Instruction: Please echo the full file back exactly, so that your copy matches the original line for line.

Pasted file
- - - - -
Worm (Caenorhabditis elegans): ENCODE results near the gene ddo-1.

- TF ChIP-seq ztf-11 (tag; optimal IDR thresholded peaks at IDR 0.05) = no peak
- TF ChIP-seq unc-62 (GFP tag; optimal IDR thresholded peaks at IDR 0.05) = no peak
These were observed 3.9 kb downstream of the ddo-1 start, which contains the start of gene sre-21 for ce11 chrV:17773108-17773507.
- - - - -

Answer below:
Worm (Caenorhabditis elegans): ENCODE results near the gene ddo-1.

- TF ChIP-seq ztf-11 (tag; optimal IDR thresholded peaks at IDR 0.05) = no peak
- TF ChIP-seq unc-62 (GFP tag; optimal IDR thresholded peaks at IDR 0.05) = no peak
These were observed 3.9 kb downstream of the ddo-1 start, which contains the start of gene sre-21 for ce11 chrV:17773108-17773507.